Fantastic collection of writers both past and present here, Marty. Thank you for sharing this. I think you have included most of my personal favourites, but I would also recommend Chantal Noordeloos (Angel Manor – a superb, scary novel), Kate Jonez (where do I start? Ceremony of Flies was particularly brilliant)and Cynthia Tottleben (The Eye Unseen)

  2. February 9, 2015 at 8:05 pm

    I should have also mentioned that I agree Wuthering Heights and Jane Eyre belong in the genre, and Daphne du Maurier most certainly does. All lie firmly in the dark, Gothic, sinister and scary brand of horror. British writer, Susan Hill, author of the amazing Woman in Black (among many others), is another in that tradition where the Queen is (arguably) Shirley Jackson. All have influenced me greatly in my own writing. Amazing writers all of them.

  3. MartyY
    February 9, 2015 at 10:07 pm

    Thank you, Catherine. And thanks for the additional names, too. I’ll definitely look them up.

  4. dan
    August 12, 2015 at 1:16 pm

    Thanks for this, helped me a ton in figuring out what to read next.

  5. October 12, 2015 at 11:58 am

    I’m not really immersed in horror writing and I’ve been curious about the genre, particularly in female horror writers. This article helped me a lot, thank you so much for that! I just have a question: would you mind if I translate this article to Spanish so I can share it in my blog? It’s okay if that’s not possible, I can always quote it and/or share the link, but I wanted to ask.

    Thank you again!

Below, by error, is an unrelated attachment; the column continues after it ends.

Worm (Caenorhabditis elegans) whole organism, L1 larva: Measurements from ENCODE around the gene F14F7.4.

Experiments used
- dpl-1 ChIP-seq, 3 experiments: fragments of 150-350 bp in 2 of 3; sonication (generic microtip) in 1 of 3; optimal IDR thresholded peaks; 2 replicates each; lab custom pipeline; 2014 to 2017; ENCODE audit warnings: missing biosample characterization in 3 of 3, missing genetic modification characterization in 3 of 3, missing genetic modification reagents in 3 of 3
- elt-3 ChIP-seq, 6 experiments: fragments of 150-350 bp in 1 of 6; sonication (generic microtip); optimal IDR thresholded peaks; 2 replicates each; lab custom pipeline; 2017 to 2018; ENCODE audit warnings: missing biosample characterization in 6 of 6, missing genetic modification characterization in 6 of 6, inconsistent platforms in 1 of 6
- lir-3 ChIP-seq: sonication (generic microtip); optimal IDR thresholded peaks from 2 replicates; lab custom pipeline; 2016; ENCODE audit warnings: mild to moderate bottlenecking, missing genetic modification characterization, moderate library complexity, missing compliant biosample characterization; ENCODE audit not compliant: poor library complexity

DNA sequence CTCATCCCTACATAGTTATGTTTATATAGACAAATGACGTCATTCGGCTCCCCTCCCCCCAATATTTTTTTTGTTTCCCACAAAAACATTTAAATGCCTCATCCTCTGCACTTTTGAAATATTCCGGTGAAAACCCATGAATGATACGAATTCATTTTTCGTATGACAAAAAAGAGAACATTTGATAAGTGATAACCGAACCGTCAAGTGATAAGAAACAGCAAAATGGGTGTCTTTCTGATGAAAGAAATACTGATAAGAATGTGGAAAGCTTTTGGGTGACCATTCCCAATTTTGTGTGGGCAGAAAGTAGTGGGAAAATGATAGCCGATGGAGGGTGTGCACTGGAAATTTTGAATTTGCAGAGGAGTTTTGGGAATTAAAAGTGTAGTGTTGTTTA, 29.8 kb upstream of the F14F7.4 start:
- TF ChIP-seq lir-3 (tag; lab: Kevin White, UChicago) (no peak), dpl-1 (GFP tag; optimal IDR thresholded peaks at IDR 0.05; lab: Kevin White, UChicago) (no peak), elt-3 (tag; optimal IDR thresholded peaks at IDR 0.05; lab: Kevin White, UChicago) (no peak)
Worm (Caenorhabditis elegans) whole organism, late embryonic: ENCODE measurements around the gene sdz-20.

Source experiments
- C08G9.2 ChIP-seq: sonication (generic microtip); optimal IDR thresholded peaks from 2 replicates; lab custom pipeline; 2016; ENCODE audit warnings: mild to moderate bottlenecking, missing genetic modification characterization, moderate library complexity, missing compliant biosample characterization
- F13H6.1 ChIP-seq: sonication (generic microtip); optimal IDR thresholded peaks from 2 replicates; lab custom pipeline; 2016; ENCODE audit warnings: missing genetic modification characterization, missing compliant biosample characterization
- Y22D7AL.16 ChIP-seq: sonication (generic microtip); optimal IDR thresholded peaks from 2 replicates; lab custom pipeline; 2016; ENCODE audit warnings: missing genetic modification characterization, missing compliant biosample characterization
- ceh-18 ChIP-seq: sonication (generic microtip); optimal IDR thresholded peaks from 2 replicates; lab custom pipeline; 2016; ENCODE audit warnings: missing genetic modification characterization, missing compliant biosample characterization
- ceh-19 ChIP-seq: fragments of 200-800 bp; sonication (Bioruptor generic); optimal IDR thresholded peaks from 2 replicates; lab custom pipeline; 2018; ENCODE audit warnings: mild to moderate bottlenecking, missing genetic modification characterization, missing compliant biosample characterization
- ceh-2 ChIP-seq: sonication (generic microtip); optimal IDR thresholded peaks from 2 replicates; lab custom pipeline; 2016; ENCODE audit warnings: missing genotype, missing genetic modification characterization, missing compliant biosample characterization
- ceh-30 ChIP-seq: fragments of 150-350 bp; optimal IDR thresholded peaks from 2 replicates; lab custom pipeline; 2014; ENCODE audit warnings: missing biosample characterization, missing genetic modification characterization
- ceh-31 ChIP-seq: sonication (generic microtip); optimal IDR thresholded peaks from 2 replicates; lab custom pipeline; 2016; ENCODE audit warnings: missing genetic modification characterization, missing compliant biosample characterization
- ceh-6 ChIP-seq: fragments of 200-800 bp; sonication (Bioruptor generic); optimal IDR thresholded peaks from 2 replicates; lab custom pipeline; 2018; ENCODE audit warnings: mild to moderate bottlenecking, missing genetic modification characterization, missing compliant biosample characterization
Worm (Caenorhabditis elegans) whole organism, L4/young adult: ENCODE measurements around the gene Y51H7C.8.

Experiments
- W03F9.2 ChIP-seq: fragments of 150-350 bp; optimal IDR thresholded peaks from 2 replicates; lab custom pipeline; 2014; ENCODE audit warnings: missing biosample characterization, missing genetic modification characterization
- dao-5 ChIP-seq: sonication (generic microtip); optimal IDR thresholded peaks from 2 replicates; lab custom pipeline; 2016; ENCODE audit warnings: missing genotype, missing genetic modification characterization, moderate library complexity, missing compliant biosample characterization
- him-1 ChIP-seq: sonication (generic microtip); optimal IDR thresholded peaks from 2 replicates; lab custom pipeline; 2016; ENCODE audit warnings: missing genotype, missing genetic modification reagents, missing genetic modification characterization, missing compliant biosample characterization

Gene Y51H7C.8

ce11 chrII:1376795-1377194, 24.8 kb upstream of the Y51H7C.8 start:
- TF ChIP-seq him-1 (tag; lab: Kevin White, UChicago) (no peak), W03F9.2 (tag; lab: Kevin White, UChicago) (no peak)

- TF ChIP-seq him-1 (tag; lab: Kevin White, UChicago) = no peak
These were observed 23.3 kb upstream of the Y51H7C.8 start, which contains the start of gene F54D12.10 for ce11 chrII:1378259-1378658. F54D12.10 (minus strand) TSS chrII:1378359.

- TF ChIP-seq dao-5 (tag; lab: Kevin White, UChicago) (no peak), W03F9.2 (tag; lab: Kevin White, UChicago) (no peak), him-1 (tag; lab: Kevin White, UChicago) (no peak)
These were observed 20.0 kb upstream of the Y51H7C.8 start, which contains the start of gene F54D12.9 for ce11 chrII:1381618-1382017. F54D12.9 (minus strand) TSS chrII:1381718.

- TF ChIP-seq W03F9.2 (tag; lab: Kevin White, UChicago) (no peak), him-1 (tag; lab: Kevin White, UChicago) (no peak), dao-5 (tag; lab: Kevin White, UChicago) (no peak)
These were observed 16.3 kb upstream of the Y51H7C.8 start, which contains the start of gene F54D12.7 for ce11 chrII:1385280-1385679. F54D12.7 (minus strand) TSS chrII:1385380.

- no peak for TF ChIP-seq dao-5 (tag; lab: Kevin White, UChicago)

• MartyY
      October 12, 2015 at 1:37 pm

      I’m glad you found it useful, and I would be happy for you to translate it into Spanish, provided you credit me as the original author and also provide a link to my article, please.

      • October 14, 2015 at 12:34 pm

        Thank you so much! Of course I’m going to provide a link to your article and credit you as the original author, don’t worry about that.

  6. December 27, 2015 at 4:43 am

    This is definitely bookmarked. Thanks for this amazing collection of reading tips. I only recently got back into reading horror books and realized that it’s very easy to find great new horror but that it’s more difficult to find great new horror by female authors. Given my experience from my own record collection, you need to start with some names first and go from there – and this list is an awesome way to do so.
    Thanks also for the way you write about these authors. I found another list before which was very condescending (sentences like “you wouldn’t expect that from a female horror author drive me mad). So I am glad that these women got a proper write-up.

    • MartyY
      December 27, 2015 at 2:27 pm

      Thank you, Juliane, and happy reading!

  7. February 8, 2016 at 4:38 pm

    Grey Matter loved the book.
    Thank you Billie Sue Mosiman.

  8. WilliamHab
    May 7, 2016 at 4:07 am

    Muchos Gracias for your post.Really thank you!

  9. Angela Radomi
    October 22, 2016 at 1:32 am

    I only just came across this list while I was looking for female horror writers, thank you so much for this, it’s the best list I have found. I really recommend “Fledgling” by Octavia Butler, though. It’s brilliant.

    • MartyY
      December 2, 2016 at 12:27 pm

      Thank you, Angela.

      And thanks for the recommendation, too. I’ll check that one out.

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Barstool Eyes

"...the only fuel you have to make the fire blaze on the page / screen is the stuff of your own being. An artist consumes his or herself in the act of making art."
[Clive Barker, 2009]